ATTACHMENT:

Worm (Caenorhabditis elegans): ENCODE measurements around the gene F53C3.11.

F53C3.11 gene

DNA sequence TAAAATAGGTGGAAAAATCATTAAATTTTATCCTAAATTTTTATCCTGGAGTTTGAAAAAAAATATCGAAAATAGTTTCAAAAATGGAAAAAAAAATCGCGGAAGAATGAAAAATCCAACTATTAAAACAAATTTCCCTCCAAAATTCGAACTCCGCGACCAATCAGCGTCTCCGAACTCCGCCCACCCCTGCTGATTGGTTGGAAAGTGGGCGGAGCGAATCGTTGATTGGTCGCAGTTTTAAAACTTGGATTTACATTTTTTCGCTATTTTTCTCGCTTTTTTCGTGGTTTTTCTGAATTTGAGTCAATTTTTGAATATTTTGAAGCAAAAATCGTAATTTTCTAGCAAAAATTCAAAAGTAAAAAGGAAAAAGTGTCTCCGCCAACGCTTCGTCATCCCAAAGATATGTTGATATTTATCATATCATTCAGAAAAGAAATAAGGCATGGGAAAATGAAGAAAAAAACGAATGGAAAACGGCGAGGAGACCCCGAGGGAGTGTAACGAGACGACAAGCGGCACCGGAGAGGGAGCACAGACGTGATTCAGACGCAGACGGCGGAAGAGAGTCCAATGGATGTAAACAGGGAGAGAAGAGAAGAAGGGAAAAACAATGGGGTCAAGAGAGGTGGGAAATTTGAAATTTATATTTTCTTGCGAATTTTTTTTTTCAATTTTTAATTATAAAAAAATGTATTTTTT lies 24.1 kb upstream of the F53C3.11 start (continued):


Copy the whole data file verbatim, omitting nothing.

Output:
Worm (Caenorhabditis elegans): ENCODE measurements around the gene F53C3.11.

F53C3.11 gene

DNA sequence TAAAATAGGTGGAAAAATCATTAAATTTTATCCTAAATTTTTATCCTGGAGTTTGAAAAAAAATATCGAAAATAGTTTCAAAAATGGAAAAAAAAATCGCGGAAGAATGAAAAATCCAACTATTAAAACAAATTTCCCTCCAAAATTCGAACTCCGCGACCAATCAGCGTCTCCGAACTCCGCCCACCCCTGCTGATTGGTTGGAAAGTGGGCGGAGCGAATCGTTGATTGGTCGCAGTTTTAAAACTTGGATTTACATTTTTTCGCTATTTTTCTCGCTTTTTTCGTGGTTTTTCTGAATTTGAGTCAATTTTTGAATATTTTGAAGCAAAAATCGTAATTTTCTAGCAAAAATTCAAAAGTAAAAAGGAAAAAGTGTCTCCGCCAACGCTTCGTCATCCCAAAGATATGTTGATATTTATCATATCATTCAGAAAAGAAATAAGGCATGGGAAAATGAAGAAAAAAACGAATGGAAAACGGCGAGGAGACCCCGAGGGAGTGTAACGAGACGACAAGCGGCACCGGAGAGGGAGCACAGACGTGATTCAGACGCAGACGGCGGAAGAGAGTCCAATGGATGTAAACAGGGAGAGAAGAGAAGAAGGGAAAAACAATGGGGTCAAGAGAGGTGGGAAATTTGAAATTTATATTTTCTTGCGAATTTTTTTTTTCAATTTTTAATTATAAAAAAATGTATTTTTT lies 24.1 kb upstream of the F53C3.11 start (continued):